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A Basic Potting Soil Recipe

Simple ingredients make this adaptable mix easy and affordable

Fine Gardening - Issue 125

Just as creating a healthy soil environment is crucial for your in-ground plants, providing a suitable growing medium for your container plants is a key factor to success. Most gardeners do fine with bagged container mixes available at the nursery, but these one-size-fits-all options might not be the best options, especially if you are growing plants with specific soil needs.

Making your own container soil might sound like a lot of unnecessary work, but it can improve your plants’ performance. And because these mixes have the optimal amount of nutrients and proper drainage, they reduce the amount of time you spend feeding and caring for your containers. And in the end, your container designs are only as good as the soil you fill your pots with. Insufficient soil, with too little drainage or too little nutrients will cause your plants to suffer and decline, never reaching  their full potential. Ask any nursery owner what the key to raising gorgeous plants is and they will tell you it’s all about the quality of the soil.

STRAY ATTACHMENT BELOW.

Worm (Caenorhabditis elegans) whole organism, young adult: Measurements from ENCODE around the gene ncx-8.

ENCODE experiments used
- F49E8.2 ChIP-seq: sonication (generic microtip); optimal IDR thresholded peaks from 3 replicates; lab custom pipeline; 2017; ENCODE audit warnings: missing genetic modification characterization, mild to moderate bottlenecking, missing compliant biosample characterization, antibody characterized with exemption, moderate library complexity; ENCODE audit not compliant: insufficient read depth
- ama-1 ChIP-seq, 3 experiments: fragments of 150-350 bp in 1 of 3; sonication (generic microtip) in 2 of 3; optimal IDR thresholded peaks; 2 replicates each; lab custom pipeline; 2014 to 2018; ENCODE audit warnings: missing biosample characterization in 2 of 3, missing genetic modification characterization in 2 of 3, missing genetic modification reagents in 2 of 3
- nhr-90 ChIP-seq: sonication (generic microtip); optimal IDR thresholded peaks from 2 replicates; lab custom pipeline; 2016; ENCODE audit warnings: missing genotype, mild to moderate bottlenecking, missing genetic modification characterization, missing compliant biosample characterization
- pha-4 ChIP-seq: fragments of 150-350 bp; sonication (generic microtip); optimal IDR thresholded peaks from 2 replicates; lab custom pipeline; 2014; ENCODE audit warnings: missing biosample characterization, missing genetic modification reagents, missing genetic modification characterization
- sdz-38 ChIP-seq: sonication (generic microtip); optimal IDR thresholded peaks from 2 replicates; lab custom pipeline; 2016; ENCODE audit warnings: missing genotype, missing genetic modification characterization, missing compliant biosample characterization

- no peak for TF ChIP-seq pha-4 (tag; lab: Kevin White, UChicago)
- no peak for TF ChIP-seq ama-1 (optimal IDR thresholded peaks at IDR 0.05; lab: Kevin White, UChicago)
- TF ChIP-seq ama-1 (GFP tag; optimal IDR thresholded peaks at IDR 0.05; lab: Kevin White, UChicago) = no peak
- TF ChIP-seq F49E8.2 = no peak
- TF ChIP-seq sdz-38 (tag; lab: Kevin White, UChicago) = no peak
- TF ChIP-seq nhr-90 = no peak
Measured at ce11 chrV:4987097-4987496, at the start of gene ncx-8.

The following recipe can be mixed in a wheelbarrow or garden cart and tweaked based on your needs or what is available to you. You can also save time and money by purchasing the items in bulk and making large batches to set aside for a later date or to share with your gardening friends.


1 part peat moss
1 part perlite
1 part compost
1 part good garden soil

Optional ingredients

A handful each of:

Garden lime
Soybean meal
Rock phosphate
Kelp meal

Moisten the ingredients to make mixing easier. Place a ½-inch mesh screen over a garden cart or other large container, and sift all ingredients to remove any large particles. Mix thoroughly.

The handfuls of garden lime, soybean meal, rock phosphate, and kelp meal (any of which can be omitted) provide extra nutrients that enable this mix to feed plants for a year or two without additional fertilization.


—Lee Reich is a soil scientist in New Paltz, New York.

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